By Haddon Libby

Non-myopic Americans may have noticed that our brothers and sisters to the North (aka Canada), celebrate Independence Day a few days before us on July 1st.  While some inside the Washington DC beltway might think that this was another case of Prime Minister Trudeau exerting a bit of one-upmanship on our President; that was not in fact the case.  Canada has an Independence Day of their own that they call Canada Day.  With a population that is less than California, Canadian celebrations are similar to ours but on a smaller scale.  

Where May or September may be months where weddings are most popular, July might be the most popular month for sovereign independence as 19 countries have independence days of their own. 

Ten days after our celebration, France has one of their own – La Fête Nationale.  Also known as Bastille Day, this French celebrate with champagne toasts and spectacular fireworks shows in Paris and Marseille.  A lesser known part of their national day of pride are dance parties held around the country in fire stations.


India gained its independence from the United Kingdom on August 15, 1947 and celebrate in many ways that are similar to us such as parades, shows of patriotism and food.  Kites fly across the skies while people eat foods of the color of their flag – green, white and orange.  One common food dish is tirango pulao which is a tri-colored rice pilaf made from basmati rice, carrots and coriander and finished with crushed cashews and dried fruit.

Another former British colony, South Africa, does not recognize their independence from Great Britain on May 31st.  Instead, the country remembers the end of apartheid on April 27, 1994.  In addition to the normal patriotic activities of most countries, Afrikaans as they call themselves eat braai (known to us as barbeque).  Braii is short for braaivleis which translated means ‘roasted meat.’  Afrikaans feel their barbeque is better than ours as they only use wood or charcoal for cooking their boerewors (spicy sausages) and seasoned lamb.  For dessert, many enjoy milk tart or malva pudding.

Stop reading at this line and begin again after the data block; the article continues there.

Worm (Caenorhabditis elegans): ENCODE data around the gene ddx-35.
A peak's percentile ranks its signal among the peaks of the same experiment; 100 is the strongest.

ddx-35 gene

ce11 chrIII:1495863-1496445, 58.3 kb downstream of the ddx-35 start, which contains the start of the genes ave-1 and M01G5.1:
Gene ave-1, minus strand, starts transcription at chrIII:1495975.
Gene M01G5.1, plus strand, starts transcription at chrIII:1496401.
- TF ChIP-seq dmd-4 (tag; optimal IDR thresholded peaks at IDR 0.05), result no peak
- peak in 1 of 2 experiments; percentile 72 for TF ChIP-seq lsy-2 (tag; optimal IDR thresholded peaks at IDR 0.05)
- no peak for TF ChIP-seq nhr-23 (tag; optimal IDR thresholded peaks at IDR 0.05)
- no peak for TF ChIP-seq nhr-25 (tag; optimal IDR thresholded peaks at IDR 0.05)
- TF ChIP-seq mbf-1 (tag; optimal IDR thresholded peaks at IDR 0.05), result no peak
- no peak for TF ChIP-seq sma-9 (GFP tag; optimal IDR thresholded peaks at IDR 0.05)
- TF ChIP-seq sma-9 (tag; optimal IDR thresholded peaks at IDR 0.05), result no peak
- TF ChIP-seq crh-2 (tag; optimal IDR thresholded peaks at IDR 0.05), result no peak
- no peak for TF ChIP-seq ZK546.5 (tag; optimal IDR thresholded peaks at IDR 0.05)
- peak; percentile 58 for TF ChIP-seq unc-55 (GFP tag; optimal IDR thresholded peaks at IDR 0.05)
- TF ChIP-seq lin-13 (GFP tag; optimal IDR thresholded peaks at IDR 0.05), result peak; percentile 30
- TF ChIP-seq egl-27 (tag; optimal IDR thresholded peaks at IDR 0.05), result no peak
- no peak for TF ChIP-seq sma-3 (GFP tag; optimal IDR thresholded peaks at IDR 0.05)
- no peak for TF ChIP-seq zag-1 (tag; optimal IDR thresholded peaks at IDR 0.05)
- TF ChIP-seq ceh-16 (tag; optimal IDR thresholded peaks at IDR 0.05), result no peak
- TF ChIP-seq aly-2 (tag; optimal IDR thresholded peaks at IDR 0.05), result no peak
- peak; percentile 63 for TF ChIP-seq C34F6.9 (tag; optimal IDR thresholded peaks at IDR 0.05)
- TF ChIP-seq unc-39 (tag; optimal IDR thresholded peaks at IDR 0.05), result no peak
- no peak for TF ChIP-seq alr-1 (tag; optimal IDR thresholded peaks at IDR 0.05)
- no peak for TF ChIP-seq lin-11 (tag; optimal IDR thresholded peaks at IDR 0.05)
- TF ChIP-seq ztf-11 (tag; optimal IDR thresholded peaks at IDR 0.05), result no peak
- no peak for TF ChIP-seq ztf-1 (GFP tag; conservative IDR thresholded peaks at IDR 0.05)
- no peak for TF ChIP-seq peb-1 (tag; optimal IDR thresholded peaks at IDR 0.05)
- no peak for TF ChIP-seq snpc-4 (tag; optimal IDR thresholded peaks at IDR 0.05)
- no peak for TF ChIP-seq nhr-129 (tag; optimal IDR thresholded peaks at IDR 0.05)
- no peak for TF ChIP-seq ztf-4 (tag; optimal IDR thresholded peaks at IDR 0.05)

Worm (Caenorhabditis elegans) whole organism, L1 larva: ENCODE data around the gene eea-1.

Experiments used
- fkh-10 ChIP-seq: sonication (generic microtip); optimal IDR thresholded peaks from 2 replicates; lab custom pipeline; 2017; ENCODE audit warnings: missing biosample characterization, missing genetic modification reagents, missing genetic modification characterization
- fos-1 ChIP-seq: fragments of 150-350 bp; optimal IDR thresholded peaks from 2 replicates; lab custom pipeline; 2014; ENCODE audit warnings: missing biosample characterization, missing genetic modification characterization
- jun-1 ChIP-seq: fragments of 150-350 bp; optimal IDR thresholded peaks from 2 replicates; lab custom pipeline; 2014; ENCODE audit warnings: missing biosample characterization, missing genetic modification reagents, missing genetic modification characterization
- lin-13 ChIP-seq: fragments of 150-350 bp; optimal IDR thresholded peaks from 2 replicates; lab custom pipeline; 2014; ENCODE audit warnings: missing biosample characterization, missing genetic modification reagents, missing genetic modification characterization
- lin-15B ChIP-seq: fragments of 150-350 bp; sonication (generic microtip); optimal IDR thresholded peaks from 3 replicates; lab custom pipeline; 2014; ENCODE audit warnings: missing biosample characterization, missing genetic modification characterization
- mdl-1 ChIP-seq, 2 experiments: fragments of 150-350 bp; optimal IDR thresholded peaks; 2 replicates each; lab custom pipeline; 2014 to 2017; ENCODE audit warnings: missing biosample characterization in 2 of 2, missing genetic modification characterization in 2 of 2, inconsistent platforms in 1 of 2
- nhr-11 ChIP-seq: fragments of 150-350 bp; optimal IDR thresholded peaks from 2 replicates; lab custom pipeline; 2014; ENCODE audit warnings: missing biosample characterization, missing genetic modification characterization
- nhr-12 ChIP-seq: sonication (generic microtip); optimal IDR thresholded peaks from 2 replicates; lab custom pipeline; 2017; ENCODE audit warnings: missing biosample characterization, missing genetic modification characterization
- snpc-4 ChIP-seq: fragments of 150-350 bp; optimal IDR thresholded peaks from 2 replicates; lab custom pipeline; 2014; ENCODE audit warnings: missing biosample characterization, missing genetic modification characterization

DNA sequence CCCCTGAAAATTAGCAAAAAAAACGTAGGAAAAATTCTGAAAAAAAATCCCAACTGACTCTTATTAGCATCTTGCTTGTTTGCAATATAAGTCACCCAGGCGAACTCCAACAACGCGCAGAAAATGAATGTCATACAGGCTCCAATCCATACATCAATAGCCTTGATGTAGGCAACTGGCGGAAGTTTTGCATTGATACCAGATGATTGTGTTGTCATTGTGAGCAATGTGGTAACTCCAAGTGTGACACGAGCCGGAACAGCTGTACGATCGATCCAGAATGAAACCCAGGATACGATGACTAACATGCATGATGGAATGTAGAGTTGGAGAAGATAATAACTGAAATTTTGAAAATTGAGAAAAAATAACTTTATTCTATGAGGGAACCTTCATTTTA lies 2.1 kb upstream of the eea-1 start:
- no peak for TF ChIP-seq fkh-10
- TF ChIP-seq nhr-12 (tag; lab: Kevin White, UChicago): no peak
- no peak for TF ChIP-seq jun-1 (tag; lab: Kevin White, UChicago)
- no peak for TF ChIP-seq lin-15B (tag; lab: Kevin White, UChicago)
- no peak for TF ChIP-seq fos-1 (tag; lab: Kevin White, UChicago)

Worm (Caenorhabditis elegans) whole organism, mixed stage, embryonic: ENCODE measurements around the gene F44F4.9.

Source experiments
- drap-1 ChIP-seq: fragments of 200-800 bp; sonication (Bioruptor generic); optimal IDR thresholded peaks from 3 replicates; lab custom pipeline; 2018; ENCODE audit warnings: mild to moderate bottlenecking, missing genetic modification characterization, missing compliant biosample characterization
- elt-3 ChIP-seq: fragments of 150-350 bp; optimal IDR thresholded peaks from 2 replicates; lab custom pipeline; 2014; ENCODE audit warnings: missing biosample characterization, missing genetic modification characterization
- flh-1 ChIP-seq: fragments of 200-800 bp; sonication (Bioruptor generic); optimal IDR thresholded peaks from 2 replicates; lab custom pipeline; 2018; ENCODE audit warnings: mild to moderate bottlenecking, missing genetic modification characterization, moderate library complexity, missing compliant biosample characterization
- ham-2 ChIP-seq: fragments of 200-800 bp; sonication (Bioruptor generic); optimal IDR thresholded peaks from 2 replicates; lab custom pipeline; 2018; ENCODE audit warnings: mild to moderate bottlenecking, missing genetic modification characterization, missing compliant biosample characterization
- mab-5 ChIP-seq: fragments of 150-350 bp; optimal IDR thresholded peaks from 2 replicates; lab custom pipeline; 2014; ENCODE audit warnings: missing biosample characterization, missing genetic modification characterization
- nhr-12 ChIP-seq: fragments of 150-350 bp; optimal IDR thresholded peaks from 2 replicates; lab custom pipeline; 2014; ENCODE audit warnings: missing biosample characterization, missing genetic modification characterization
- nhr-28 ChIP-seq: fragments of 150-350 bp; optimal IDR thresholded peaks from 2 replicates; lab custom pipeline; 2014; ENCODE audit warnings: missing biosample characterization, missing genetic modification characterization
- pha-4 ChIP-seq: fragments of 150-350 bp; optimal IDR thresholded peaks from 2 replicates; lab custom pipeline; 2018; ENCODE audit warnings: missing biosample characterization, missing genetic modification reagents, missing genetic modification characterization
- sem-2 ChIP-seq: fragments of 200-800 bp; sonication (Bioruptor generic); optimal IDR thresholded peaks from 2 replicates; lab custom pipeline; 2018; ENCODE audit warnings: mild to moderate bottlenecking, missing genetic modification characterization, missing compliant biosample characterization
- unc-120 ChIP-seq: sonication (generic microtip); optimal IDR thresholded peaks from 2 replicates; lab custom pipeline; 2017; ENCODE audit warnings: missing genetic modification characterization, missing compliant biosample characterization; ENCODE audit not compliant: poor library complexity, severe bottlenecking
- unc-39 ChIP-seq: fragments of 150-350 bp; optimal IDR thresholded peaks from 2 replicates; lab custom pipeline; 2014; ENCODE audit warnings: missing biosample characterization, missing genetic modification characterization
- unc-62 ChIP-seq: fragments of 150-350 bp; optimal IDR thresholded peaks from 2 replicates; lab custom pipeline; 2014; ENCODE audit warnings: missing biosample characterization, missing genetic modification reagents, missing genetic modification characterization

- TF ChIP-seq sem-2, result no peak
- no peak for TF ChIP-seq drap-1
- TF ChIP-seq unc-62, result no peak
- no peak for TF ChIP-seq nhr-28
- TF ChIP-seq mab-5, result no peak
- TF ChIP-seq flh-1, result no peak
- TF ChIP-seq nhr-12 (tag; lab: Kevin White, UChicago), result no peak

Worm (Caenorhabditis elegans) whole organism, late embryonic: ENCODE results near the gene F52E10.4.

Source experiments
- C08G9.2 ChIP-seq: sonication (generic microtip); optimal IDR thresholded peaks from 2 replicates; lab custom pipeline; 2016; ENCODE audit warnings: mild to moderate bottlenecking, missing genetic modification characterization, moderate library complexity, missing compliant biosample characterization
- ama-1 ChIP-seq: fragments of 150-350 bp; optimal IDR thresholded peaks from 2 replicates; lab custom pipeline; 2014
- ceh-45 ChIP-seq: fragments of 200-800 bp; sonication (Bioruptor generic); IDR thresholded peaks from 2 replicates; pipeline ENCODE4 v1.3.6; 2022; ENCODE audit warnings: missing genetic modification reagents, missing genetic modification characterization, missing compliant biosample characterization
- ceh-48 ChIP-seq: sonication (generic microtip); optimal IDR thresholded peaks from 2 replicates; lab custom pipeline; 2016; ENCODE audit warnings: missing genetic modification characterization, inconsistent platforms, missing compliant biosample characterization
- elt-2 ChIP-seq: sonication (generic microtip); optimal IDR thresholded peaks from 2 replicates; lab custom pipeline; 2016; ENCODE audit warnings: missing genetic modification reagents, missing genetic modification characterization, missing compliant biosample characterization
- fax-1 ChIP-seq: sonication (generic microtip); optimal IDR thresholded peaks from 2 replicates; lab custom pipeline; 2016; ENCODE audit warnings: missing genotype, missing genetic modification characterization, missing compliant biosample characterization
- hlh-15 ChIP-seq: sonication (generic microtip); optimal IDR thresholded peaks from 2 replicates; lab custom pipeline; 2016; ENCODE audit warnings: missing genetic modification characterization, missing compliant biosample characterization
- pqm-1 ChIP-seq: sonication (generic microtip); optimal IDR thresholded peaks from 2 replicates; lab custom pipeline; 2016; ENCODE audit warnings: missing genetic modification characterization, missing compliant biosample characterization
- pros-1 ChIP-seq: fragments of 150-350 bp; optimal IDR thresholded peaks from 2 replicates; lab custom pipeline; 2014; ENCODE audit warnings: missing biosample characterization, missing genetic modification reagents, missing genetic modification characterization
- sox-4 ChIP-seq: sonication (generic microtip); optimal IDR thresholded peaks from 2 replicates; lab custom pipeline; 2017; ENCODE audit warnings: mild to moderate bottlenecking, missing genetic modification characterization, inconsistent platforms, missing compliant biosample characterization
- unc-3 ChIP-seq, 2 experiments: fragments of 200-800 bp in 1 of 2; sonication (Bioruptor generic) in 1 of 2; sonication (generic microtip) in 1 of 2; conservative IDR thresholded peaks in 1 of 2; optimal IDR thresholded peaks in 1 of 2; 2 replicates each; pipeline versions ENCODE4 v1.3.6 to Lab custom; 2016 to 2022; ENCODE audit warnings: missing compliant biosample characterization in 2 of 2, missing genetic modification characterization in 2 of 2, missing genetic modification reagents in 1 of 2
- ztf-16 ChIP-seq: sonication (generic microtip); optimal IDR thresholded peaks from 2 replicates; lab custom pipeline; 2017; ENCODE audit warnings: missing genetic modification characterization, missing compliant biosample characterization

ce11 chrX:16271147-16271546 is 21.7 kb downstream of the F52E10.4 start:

The United Kingdom does not celebrate an independence day but does celebrate the Queen’s birthday.  Rather than celebrate on her actual day of birth, the government chooses a day in the first half of June each year. 

Our neighbors to our south in Mexico do not celebrate their independence on May 5th as many Americans believe as Cinco de Mayo is the celebration of an underdog battle victory over France.  The actual date of Mexico’s independence from Spain is September 16th.  Foods eaten during this festive day include poblanos stuffed with minced pork and foods that match the colors of their flag – red, white and green.

In current dollars, the cost of our battle for independence from Great Britain was $2.6 billion.  For comparison, Americans will spend $1 billion alone on alcohol for July 4th and another $7 billion on food.  Within those numbers, approximately $800 million will be spent on chicken and beef while $116 million will be spent on cherries and $83 million on watermelons.  All of this will be washed down by more than 70 million cases of beer with 85% being domestic in origin. Meanwhile, more than 300 million pounds of fireworks will be lit.

Twenty-six percent of us will travel for the holiday of which 84% will be using cars. 

To you from me and everyone at CV Weekly, have a fun, festive and safe Independence Day. 

Haddon Libby is the Managing Partner and Founder of Winslow Drake Investment Management.  For more information, visit or email